9:07 AM CDT, June 13, 2012
Something has to give, and it ought to be Philip Humber.
Or maybe Gavin Floyd.
Whatever, someone has to give up his spot in the White Sox rotation to make room for Jose Quintana.
The kid left-hander just went down to St. Louis and won his matchup against Adam Wainwright, beating a Cardinals team that leads the National League in runs, batting average and homers. In 5 1/3 innings, Quintana allowed 10 hits, but induced two double plays and gave up only one run while striking out four and walking none in the 6-1 victory.
Tuesday night’s start was only the latest example, but Quintana doesn’t look like a rookie while pitching for a first-place team. He’s aggressive in the strike zone, he’s not afraid to pitch inside, and he’s willing to throw all his pitches at almost any time.
Savvy or fearless, or both, you make the call, Quintana gets out of trouble like a veteran. In his last two starts, Quintana has allowed 19 hits in 11 1/3 innings, but he has given up only three earned runs.
Quintana throws strikes, as evidenced by just six walks in 27 1/3 innings this season. He has not pitched enough to qualify for the leaderboards, but Quintana’s WHIP of 1.13 would rank in the top 25 in the majors and top 10 in the AL.
Point is, he gives the Sox a chance to win. Quintana is 2-1 with a 1.98 ERA, and could be even better if home plate umpire Mark Wegner hadn’t kicked him out of that game for throwing behind Tampa Bay’s Ben Zobrist. While Quintana didn’t win that game, he seemed to win clubhouse respect for protecting his teammates. Told you he didn’t look like a rookie out there.
Quintana’s recent starts came after John Danks developed a shoulder problem. After a second minor-league rehab start, Danks figures to return to his spot in the rotation next week. But it can’t be at the expense of Quintana. That’s not what a winning team would do, and this is about winning.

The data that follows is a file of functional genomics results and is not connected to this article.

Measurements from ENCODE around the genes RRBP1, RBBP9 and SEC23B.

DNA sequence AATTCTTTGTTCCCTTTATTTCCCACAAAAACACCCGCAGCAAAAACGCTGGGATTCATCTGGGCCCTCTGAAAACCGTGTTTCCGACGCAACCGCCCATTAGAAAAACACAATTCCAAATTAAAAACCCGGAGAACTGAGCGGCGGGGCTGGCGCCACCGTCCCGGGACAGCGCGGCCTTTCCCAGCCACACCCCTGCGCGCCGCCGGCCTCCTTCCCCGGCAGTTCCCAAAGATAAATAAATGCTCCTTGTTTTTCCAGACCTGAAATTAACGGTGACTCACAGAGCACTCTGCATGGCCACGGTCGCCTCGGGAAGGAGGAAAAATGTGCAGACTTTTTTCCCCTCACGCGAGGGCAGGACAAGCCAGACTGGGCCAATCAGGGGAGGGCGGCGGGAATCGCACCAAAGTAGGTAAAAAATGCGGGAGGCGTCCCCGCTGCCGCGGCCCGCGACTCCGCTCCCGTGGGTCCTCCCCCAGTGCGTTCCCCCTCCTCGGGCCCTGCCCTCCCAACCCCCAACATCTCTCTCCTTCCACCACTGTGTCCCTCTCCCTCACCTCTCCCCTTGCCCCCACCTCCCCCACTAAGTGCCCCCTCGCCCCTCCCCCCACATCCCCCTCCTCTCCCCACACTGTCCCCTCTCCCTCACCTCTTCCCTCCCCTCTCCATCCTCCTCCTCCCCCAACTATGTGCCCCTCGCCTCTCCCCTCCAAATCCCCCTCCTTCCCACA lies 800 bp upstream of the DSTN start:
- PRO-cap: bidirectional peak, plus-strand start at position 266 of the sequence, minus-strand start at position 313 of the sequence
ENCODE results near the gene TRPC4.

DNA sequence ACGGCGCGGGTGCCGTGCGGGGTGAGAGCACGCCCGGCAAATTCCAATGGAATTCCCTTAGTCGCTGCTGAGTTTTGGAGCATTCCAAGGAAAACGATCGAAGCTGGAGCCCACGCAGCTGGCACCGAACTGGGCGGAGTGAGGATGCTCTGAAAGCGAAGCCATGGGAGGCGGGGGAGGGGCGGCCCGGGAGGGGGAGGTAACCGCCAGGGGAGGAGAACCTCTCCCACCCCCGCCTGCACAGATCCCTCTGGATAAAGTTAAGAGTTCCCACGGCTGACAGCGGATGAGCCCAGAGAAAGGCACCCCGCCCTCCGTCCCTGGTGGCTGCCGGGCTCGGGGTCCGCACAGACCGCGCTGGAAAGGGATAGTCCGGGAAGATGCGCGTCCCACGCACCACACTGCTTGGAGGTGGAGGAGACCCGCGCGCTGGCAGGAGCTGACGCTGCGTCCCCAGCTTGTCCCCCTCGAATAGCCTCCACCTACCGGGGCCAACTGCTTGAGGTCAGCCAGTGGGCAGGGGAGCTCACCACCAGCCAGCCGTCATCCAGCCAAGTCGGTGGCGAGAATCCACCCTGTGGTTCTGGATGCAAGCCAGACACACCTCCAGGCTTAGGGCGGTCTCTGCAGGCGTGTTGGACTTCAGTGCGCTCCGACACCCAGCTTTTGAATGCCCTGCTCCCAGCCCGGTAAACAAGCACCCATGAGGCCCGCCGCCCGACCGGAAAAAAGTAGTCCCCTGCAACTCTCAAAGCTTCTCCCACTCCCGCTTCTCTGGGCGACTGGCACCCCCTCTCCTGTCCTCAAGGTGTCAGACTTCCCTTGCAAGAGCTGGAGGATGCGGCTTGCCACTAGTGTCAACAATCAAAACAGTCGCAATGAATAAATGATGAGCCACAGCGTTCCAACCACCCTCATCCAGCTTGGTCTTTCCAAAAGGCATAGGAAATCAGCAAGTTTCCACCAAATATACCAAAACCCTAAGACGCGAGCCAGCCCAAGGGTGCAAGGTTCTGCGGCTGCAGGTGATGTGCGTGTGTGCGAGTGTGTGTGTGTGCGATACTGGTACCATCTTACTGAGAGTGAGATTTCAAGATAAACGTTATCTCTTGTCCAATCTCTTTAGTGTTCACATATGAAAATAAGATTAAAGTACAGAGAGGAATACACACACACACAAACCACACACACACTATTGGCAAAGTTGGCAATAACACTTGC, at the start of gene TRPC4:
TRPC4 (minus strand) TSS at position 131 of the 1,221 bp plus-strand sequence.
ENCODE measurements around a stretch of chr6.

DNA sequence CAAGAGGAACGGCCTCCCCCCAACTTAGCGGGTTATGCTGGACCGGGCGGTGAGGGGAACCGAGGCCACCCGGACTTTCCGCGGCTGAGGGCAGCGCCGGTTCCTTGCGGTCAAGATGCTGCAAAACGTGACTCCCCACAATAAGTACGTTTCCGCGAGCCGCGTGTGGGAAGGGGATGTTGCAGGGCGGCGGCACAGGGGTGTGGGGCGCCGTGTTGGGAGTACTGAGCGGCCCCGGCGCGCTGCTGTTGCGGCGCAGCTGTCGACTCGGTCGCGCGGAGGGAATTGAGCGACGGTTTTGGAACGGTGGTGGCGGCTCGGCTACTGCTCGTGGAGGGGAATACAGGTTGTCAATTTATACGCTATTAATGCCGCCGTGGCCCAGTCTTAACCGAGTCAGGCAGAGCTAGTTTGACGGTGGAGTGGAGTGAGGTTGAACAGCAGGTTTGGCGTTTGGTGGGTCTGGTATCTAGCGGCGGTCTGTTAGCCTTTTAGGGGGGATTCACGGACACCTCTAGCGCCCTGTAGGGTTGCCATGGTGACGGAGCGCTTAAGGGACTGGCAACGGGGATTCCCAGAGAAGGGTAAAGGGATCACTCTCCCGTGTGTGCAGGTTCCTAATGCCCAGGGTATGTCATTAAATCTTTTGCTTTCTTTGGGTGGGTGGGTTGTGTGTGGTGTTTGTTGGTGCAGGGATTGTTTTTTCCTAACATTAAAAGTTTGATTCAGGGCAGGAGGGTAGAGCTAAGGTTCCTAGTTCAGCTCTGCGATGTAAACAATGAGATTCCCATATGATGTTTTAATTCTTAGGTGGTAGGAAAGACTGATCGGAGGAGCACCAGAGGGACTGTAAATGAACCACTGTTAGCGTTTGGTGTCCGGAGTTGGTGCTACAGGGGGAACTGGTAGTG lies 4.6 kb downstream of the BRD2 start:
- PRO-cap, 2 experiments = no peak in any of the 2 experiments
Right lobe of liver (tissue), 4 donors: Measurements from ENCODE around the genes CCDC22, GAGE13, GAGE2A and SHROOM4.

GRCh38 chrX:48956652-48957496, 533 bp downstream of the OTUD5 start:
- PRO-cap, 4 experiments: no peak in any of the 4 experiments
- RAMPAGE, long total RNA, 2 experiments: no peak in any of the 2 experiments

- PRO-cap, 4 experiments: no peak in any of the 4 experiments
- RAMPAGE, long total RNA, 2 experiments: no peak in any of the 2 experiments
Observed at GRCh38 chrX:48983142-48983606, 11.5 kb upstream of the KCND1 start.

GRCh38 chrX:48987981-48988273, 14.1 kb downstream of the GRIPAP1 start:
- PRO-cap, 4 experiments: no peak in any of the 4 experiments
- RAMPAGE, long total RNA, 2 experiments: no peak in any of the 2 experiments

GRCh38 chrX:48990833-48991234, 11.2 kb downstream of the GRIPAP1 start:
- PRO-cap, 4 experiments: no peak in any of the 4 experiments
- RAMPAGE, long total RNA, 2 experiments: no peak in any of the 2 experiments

Smart managers and general managers put their players and teams in position to succeed. That begins with starters who give the Sox a chance to win everyday. Look, Quintana is the Sox’s most reliable pitcher behind Chris Sale and Jake Peavy, so how could the Sox take the kid down?
Answer: They can’t. Don’t even think about it. Fire yourself if you do.
Moving Humber to the bullpen or the minors appears to be the most likely option. Humber has been mostly awful since his perfect game, which was seven weeks ago, which is enough time to know his time’s up for now.
Trading Floyd also is an option. Trading someone is always an option when Kenny Williams is general manager of a team in contention (and even when it isn’t). Floyd will always be a guy who looks as if the lights are on but nobody’s home. He also will be a starter who can look unbeatable for four or six weeks and then throw batting practice for a month.
What makes Floyd potentially attractive to a trading partner is that other teams always think they can magically solve a talented pitcher’s problems. The Sox are one of those teams. In fact, they did it with Floyd. Time to move along, folks. Nothing to see here.
A third option involves reverting to the six-man rotation they used for about three weeks last season. Putting Quintana in the rotation would give the Sox three left-handed starters, which might be unconventional, but winning trumps convention.
It might turn out that Quintana and Sale wear down as the season wears on. Deal with that situation if and when it happens. Now, though, deal with recognizing who your best starters are and then putting into your rotation.
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